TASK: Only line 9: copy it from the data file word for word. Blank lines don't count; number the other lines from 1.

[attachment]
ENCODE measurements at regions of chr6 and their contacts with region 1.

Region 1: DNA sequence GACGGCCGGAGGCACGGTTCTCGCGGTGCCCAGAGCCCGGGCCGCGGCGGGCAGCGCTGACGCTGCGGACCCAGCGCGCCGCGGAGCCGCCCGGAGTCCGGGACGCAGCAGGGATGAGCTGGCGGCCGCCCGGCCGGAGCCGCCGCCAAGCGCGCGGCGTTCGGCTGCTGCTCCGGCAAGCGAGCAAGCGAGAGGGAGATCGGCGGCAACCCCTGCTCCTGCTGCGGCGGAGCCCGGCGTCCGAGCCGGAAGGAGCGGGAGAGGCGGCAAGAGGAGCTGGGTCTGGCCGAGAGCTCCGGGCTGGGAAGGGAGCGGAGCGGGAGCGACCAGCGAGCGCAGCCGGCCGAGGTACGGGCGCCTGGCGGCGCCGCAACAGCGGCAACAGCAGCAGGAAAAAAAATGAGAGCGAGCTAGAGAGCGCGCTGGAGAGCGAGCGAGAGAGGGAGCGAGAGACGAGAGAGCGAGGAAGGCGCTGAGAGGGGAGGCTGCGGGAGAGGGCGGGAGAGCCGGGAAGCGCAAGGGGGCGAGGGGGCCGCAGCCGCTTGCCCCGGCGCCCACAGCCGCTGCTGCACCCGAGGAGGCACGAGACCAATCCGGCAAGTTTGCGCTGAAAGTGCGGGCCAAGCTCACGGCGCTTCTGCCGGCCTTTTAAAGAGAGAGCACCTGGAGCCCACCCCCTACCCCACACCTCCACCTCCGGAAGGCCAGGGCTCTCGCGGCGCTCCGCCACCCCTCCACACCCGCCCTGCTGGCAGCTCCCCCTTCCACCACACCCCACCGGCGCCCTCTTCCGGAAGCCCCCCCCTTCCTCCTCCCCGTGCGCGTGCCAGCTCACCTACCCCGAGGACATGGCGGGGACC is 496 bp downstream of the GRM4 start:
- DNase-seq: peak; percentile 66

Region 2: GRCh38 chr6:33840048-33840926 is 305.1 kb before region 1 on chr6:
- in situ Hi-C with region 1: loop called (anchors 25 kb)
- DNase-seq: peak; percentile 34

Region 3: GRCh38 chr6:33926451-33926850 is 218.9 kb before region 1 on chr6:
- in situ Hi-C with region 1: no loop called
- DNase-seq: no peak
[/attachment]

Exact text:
- DNase-seq: no peak